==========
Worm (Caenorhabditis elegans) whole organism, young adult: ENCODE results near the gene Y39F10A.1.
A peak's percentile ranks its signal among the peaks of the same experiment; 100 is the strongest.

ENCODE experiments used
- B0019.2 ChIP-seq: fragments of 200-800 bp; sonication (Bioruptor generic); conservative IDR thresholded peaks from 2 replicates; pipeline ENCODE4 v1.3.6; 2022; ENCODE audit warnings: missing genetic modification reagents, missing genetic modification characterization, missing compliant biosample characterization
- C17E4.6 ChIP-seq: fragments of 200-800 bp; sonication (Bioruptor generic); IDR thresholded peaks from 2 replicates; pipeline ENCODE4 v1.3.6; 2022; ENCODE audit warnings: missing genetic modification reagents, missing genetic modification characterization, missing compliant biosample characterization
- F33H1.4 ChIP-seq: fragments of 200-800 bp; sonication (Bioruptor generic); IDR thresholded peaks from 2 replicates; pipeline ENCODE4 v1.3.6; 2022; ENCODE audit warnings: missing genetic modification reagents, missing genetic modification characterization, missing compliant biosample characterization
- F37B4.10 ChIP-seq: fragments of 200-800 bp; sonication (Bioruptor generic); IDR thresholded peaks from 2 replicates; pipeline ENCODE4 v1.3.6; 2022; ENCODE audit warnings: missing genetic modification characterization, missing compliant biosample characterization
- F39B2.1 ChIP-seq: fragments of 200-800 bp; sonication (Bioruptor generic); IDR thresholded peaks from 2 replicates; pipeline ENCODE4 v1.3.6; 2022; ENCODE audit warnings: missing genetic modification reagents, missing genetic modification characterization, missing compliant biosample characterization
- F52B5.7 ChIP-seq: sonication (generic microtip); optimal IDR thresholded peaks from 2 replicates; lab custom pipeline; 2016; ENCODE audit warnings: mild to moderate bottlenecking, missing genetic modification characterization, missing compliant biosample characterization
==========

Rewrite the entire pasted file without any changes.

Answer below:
Worm (Caenorhabditis elegans) whole organism, young adult: ENCODE results near the gene Y39F10A.1.
A peak's percentile ranks its signal among the peaks of the same experiment; 100 is the strongest.

ENCODE experiments used
- B0019.2 ChIP-seq: fragments of 200-800 bp; sonication (Bioruptor generic); conservative IDR thresholded peaks from 2 replicates; pipeline ENCODE4 v1.3.6; 2022; ENCODE audit warnings: missing genetic modification reagents, missing genetic modification characterization, missing compliant biosample characterization
- C17E4.6 ChIP-seq: fragments of 200-800 bp; sonication (Bioruptor generic); IDR thresholded peaks from 2 replicates; pipeline ENCODE4 v1.3.6; 2022; ENCODE audit warnings: missing genetic modification reagents, missing genetic modification characterization, missing compliant biosample characterization
- F33H1.4 ChIP-seq: fragments of 200-800 bp; sonication (Bioruptor generic); IDR thresholded peaks from 2 replicates; pipeline ENCODE4 v1.3.6; 2022; ENCODE audit warnings: missing genetic modification reagents, missing genetic modification characterization, missing compliant biosample characterization
- F37B4.10 ChIP-seq: fragments of 200-800 bp; sonication (Bioruptor generic); IDR thresholded peaks from 2 replicates; pipeline ENCODE4 v1.3.6; 2022; ENCODE audit warnings: missing genetic modification characterization, missing compliant biosample characterization
- F39B2.1 ChIP-seq: fragments of 200-800 bp; sonication (Bioruptor generic); IDR thresholded peaks from 2 replicates; pipeline ENCODE4 v1.3.6; 2022; ENCODE audit warnings: missing genetic modification reagents, missing genetic modification characterization, missing compliant biosample characterization
- F52B5.7 ChIP-seq: sonication (generic microtip); optimal IDR thresholded peaks from 2 replicates; lab custom pipeline; 2016; ENCODE audit warnings: mild to moderate bottlenecking, missing genetic modification characterization, missing compliant biosample characterization